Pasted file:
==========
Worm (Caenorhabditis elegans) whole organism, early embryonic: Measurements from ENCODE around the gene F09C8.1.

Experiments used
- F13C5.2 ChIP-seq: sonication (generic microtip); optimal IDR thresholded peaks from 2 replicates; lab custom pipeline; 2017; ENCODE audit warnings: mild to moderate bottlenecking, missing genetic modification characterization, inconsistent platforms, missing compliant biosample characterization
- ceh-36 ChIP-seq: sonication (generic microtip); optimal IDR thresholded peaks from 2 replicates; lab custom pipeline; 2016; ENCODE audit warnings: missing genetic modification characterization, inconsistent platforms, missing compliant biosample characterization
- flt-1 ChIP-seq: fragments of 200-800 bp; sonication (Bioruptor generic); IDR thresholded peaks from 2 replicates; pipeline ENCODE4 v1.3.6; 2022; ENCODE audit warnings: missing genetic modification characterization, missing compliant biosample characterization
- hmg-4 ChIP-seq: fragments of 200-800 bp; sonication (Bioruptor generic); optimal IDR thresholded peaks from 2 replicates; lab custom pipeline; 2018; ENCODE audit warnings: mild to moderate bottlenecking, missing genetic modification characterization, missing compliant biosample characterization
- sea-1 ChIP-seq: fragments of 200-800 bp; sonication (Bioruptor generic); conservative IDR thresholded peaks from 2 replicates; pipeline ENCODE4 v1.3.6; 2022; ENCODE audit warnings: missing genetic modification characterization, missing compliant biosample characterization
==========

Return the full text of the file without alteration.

Worm (Caenorhabditis elegans) whole organism, early embryonic: Measurements from ENCODE around the gene F09C8.1.

Experiments used
- F13C5.2 ChIP-seq: sonication (generic microtip); optimal IDR thresholded peaks from 2 replicates; lab custom pipeline; 2017; ENCODE audit warnings: mild to moderate bottlenecking, missing genetic modification characterization, inconsistent platforms, missing compliant biosample characterization
- ceh-36 ChIP-seq: sonication (generic microtip); optimal IDR thresholded peaks from 2 replicates; lab custom pipeline; 2016; ENCODE audit warnings: missing genetic modification characterization, inconsistent platforms, missing compliant biosample characterization
- flt-1 ChIP-seq: fragments of 200-800 bp; sonication (Bioruptor generic); IDR thresholded peaks from 2 replicates; pipeline ENCODE4 v1.3.6; 2022; ENCODE audit warnings: missing genetic modification characterization, missing compliant biosample characterization
- hmg-4 ChIP-seq: fragments of 200-800 bp; sonication (Bioruptor generic); optimal IDR thresholded peaks from 2 replicates; lab custom pipeline; 2018; ENCODE audit warnings: mild to moderate bottlenecking, missing genetic modification characterization, missing compliant biosample characterization
- sea-1 ChIP-seq: fragments of 200-800 bp; sonication (Bioruptor generic); conservative IDR thresholded peaks from 2 replicates; pipeline ENCODE4 v1.3.6; 2022; ENCODE audit warnings: missing genetic modification characterization, missing compliant biosample characterization